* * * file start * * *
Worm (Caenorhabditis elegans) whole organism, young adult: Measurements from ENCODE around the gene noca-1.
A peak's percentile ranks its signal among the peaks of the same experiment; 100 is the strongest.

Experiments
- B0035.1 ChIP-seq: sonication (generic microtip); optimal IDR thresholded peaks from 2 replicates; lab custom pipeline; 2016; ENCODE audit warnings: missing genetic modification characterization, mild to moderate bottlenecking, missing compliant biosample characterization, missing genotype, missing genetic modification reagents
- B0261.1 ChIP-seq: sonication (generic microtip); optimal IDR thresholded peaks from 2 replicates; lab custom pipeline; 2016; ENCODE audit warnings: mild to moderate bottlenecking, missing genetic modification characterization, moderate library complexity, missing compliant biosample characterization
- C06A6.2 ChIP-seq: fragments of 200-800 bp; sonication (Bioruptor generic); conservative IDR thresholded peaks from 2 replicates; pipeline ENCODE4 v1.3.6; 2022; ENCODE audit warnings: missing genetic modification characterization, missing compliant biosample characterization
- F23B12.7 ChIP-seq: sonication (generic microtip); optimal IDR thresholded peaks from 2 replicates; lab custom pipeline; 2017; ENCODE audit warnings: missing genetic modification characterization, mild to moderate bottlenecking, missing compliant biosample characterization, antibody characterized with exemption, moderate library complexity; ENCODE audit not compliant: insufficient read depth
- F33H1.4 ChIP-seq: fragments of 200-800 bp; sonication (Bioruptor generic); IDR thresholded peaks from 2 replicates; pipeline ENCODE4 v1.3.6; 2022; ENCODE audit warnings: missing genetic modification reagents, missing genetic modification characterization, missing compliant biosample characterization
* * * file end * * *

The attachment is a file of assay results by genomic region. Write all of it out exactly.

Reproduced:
Worm (Caenorhabditis elegans) whole organism, young adult: Measurements from ENCODE around the gene noca-1.
A peak's percentile ranks its signal among the peaks of the same experiment; 100 is the strongest.

Experiments
- B0035.1 ChIP-seq: sonication (generic microtip); optimal IDR thresholded peaks from 2 replicates; lab custom pipeline; 2016; ENCODE audit warnings: missing genetic modification characterization, mild to moderate bottlenecking, missing compliant biosample characterization, missing genotype, missing genetic modification reagents
- B0261.1 ChIP-seq: sonication (generic microtip); optimal IDR thresholded peaks from 2 replicates; lab custom pipeline; 2016; ENCODE audit warnings: mild to moderate bottlenecking, missing genetic modification characterization, moderate library complexity, missing compliant biosample characterization
- C06A6.2 ChIP-seq: fragments of 200-800 bp; sonication (Bioruptor generic); conservative IDR thresholded peaks from 2 replicates; pipeline ENCODE4 v1.3.6; 2022; ENCODE audit warnings: missing genetic modification characterization, missing compliant biosample characterization
- F23B12.7 ChIP-seq: sonication (generic microtip); optimal IDR thresholded peaks from 2 replicates; lab custom pipeline; 2017; ENCODE audit warnings: missing genetic modification characterization, mild to moderate bottlenecking, missing compliant biosample characterization, antibody characterized with exemption, moderate library complexity; ENCODE audit not compliant: insufficient read depth
- F33H1.4 ChIP-seq: fragments of 200-800 bp; sonication (Bioruptor generic); IDR thresholded peaks from 2 replicates; pipeline ENCODE4 v1.3.6; 2022; ENCODE audit warnings: missing genetic modification reagents, missing genetic modification characterization, missing compliant biosample characterization